I spent some time early in the week reconsidering my awareness of nature around and about Newburyport, Newbury and Salisbury into which I was born and have lived for nearly a century.
Much has changed, including our responses to all challenges.
The superhighway cuts a swath through and along the outbacks of our city and towns, increasing runoffs to farmlands and small streams. So has the expansion of housing and business through what was mostly unoccupied land until well after the Second World War.
As for our beaches, well ...
The stark reality of our intrusion on nature’s sensitive terrain is that it’s a consequence of mankind’s inability to avoid its lure.
We build homes and businesses upon it, or as close as possible to it as opportunities rise — just as others around the world do.
Barrier beaches, however, have lives of their own, and all are subject to the vagaries of nature and the whims of human kind. There is no question that we are, after all, temporary tenants despite our proofs of ownership.
The challenge for those choosing to live or otherwise investing on ocean fronts is to bring change to what is possible within the strictures of nature and regulatory authority without abuse.
That was on my mind as I made what I could of an ebbing tide with a fair northeasterly wind in my face.
On Tuesday, Plum Island had a modest group of breaking waves south of its jetty and a long spine of one a quarter mile or so breaking offshore and parallel to the shoreline reaching toward the center.
On Wednesday, wind direction had shifted westerly and there was no breaking surf except for that along the shoreline.
There is not much left to the beach’s shingle at high tide in Salisbury’s center where remnants of the old Ocean Echo attest to another age and a more inviting spread of sand. At high tide, waves were covering beach shingles right up to final barriers.
There is this about the ocean’s role in its transport and disposal of sand being problematic. Breaking waves can diminish beaches under one set of conditions and restore them under others. Differences in turbulence and wind direction make for outcomes.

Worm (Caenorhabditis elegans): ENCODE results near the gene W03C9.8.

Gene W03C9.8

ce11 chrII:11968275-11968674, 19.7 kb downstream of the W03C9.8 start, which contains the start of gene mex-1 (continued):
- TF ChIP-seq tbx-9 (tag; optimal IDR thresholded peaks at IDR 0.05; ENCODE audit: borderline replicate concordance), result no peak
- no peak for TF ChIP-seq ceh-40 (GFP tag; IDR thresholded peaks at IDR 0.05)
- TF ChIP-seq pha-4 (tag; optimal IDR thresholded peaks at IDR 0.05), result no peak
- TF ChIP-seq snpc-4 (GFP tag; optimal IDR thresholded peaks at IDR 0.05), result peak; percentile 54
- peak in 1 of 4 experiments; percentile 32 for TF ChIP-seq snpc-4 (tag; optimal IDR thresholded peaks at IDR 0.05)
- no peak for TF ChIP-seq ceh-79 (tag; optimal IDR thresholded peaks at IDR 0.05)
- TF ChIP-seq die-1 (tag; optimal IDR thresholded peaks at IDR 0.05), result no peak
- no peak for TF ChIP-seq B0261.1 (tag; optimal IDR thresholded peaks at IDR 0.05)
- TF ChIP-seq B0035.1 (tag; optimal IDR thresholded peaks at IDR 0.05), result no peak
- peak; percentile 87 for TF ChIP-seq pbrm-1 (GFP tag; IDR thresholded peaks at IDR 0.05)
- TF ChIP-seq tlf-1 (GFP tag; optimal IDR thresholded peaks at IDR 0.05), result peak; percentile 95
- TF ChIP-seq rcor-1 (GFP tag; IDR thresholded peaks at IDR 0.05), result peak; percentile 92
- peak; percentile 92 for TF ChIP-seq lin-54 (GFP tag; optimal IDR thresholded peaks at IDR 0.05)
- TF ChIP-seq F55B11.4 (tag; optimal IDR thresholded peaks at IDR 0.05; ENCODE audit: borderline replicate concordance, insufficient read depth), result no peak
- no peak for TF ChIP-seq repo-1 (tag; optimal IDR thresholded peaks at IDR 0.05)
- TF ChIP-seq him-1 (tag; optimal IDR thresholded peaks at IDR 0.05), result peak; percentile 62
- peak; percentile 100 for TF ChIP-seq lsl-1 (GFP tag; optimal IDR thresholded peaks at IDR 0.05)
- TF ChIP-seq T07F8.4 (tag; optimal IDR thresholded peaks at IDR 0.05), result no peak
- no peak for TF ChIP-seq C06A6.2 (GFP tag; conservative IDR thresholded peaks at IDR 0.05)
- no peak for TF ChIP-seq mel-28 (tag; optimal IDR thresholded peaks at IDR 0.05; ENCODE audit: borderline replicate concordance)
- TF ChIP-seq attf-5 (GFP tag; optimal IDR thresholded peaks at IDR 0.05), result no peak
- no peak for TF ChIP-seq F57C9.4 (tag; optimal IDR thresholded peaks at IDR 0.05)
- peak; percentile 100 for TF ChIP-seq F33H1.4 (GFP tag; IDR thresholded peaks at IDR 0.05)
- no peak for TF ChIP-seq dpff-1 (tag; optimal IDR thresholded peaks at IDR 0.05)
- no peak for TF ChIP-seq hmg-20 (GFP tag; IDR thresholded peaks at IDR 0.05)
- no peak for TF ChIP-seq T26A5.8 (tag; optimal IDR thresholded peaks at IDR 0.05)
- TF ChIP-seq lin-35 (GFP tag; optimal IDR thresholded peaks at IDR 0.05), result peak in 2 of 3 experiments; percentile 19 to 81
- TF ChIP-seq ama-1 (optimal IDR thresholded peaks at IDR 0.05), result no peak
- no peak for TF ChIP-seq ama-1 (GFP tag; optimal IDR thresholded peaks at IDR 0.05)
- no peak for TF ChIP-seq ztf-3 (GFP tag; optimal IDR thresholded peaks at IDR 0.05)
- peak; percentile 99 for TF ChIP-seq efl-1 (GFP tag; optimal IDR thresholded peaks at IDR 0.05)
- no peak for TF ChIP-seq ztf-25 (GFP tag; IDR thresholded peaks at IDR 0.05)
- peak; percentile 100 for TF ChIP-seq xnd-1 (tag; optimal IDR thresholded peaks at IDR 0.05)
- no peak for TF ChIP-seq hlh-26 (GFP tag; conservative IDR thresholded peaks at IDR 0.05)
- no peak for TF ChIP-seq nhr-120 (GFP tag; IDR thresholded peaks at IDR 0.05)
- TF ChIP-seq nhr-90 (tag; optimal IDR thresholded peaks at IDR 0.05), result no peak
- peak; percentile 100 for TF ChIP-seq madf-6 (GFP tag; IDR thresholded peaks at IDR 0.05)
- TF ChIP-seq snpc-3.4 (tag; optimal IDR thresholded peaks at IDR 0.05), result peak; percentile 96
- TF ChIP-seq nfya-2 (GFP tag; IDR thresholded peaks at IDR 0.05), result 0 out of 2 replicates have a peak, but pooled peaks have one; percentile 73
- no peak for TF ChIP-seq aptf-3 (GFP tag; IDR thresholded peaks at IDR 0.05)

There are, also, the results of mankind’s involvement.
Newbury — and later Salisbury and Newburyport — lived without the jetties from 1635 to their construction in the late 1880s. Prior to that nature had extended Plum Island’s northeastern end at a loss of Salisbury’s southeasterly one, and the building of the jetties stabilized what nature had done.
Had the natural growth northerly of Plum Island not been stopped by the jetty construction, it’s reasonable to expect that the river’s mouth would be much as it had been, but we can’t be certain of that. Barrier beaches can, and sometimes do, change their settings.
Their construction at the mouth of the Merrimack resulted in safe depths of the river’s channels, but they must be maintained regularly because the river is the island’s major source of sand.
As for attending beach erosion, there was a time when Plum Island structures were, in the main, built for summer use. Most cottages, compared with those of today, were modest, and there was little year-around occupancy right up to, and following, the Second World War.
There were, of course, losses, but there was much less official involvement in the aftermaths. Owners built at their own risk, as they do today, with losses much greater and layers of regulatory authority considerably more involved.
The realty is self-evident. Building on a barrier beach involves risk, and solutions do not come with guarantees. Indeed, a case can be made that corrective action taken to protect one area can result in problems elsewhere because of nature’s unpredictability.
Note its response to the building of the jetties, and consider what the outcomes of their removal might be.
A hundred years from now, perhaps someone will take note of what will have followed this accounting.
As to that, I would wager that when it comes to the unpredictability of nature’s whimsy, the more things change, the more they remain the same.
Bill Plante is a Newbury resident and staff columnist. His email address is email@example.com.